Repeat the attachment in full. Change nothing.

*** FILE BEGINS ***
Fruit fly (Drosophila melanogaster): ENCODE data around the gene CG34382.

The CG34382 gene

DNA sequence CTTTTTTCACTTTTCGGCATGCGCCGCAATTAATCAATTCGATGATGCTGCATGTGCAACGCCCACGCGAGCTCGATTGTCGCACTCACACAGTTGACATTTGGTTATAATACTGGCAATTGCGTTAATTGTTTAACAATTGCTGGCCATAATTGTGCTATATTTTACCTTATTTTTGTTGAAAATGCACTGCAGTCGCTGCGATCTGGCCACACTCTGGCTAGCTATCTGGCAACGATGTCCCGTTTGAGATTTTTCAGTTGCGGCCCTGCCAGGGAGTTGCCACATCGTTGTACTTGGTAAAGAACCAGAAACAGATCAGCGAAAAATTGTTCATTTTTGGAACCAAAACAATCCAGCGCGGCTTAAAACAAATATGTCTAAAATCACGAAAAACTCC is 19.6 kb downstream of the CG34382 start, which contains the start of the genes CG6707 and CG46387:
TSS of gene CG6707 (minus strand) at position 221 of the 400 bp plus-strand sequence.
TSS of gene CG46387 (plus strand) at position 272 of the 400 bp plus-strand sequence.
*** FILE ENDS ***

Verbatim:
Fruit fly (Drosophila melanogaster): ENCODE data around the gene CG34382.

The CG34382 gene

DNA sequence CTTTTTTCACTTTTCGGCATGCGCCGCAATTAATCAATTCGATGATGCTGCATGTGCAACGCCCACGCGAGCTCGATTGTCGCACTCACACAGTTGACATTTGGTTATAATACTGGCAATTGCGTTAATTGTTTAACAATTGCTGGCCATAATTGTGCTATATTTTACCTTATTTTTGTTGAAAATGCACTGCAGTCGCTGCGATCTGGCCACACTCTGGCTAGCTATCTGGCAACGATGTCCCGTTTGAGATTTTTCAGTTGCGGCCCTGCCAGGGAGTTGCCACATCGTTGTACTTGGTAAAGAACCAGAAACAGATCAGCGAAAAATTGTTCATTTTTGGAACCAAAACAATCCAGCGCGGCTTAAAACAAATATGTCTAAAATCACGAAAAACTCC is 19.6 kb downstream of the CG34382 start, which contains the start of the genes CG6707 and CG46387:
TSS of gene CG6707 (minus strand) at position 221 of the 400 bp plus-strand sequence.
TSS of gene CG46387 (plus strand) at position 272 of the 400 bp plus-strand sequence.